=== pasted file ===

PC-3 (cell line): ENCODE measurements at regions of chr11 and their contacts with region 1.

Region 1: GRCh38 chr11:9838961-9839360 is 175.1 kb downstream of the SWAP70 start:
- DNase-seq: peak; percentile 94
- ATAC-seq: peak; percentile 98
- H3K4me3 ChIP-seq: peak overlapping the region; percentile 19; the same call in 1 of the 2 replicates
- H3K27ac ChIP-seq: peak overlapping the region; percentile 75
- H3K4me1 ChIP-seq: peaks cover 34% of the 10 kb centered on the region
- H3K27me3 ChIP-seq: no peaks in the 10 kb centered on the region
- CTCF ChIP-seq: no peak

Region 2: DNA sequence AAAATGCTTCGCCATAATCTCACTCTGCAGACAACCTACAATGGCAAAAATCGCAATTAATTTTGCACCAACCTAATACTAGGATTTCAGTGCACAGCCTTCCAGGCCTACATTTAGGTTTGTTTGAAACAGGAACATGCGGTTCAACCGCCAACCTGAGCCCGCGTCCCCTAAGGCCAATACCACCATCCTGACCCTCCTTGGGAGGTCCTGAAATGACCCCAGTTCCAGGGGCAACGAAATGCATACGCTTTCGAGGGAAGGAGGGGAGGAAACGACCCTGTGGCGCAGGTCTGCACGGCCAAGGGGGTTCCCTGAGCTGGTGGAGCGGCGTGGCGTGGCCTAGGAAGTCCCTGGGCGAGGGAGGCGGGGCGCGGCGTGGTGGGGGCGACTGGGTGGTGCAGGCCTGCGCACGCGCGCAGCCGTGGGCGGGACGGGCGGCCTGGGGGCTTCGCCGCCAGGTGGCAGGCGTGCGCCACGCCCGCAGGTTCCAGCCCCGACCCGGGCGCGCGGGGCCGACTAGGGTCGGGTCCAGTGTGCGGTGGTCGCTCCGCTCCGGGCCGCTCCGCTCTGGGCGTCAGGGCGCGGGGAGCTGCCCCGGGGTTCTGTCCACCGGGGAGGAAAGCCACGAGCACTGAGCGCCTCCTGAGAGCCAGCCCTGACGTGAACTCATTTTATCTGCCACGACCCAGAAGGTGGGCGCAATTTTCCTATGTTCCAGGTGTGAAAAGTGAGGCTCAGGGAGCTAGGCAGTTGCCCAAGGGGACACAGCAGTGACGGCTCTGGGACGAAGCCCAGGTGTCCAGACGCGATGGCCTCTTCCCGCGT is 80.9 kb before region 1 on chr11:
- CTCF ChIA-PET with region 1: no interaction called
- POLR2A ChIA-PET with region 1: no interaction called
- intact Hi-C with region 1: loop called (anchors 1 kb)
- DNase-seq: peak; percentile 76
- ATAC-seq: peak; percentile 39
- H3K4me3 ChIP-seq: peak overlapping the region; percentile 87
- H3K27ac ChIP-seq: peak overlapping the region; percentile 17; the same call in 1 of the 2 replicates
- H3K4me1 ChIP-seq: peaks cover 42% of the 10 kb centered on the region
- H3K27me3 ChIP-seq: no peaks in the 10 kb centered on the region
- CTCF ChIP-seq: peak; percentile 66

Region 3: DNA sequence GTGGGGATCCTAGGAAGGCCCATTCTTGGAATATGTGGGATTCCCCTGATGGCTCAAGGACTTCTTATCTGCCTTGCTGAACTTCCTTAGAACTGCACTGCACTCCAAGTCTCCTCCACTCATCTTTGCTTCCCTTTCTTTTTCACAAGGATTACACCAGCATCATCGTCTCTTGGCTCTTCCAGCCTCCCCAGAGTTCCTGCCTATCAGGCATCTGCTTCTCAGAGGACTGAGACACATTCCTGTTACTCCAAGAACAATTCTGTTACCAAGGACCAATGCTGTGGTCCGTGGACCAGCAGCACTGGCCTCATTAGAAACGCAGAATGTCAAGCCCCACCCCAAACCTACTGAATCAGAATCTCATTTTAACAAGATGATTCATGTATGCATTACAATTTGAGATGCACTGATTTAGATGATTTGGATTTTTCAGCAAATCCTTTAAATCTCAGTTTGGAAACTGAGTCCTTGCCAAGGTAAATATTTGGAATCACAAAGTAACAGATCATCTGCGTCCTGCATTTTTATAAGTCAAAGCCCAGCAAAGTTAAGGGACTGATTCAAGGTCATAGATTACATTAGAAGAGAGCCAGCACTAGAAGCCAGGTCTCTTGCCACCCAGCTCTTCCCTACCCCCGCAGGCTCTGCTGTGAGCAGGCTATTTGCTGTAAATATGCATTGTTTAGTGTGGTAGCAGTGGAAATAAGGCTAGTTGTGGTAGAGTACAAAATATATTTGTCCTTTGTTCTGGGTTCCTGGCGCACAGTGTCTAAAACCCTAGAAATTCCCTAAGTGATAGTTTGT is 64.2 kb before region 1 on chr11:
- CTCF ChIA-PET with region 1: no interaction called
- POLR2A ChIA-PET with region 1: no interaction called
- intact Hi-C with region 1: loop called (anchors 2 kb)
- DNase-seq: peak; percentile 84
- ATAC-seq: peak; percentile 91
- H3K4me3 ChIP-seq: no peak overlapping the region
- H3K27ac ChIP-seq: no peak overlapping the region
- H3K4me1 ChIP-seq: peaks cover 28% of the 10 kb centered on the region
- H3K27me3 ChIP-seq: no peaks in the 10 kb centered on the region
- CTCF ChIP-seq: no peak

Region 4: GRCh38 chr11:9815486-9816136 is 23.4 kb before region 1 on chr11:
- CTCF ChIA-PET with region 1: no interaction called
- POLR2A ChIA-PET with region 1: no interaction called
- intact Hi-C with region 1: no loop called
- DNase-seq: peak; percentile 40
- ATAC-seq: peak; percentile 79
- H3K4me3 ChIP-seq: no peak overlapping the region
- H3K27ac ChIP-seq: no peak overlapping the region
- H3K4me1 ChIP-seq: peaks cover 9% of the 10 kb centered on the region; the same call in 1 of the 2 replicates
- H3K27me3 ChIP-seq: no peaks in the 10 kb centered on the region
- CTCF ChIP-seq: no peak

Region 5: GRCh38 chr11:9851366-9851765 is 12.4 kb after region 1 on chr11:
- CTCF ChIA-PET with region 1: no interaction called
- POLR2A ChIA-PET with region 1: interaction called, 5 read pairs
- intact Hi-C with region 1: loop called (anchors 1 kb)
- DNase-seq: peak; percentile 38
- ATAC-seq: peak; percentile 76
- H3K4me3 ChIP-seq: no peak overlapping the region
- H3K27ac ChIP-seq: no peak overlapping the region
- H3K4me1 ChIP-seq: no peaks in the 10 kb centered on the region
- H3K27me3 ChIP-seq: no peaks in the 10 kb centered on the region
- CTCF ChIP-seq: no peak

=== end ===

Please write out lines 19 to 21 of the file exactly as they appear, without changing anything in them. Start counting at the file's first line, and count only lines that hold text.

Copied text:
- H3K27me3 ChIP-seq: no peaks in the 10 kb centered on the region
- CTCF ChIP-seq: peak; percentile 66

Region 3: DNA sequence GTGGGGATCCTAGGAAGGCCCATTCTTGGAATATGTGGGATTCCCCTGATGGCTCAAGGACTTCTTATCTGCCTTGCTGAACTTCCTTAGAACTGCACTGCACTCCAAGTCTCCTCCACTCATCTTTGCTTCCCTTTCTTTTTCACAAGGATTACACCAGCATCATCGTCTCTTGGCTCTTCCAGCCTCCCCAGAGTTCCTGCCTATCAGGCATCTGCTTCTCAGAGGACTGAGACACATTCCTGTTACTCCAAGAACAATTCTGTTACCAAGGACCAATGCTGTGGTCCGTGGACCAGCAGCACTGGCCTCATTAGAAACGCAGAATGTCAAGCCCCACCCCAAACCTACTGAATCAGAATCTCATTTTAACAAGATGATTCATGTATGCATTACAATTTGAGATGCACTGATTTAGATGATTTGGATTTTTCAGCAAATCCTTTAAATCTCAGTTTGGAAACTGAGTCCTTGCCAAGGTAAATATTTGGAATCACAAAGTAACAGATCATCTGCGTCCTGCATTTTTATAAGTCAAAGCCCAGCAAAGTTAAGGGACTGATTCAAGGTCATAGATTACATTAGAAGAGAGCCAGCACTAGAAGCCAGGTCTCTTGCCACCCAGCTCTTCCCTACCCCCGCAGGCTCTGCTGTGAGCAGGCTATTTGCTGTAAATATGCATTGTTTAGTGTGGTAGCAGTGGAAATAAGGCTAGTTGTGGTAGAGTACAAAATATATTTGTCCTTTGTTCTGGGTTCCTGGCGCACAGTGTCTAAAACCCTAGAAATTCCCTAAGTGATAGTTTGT is 64.2 kb before region 1 on chr11: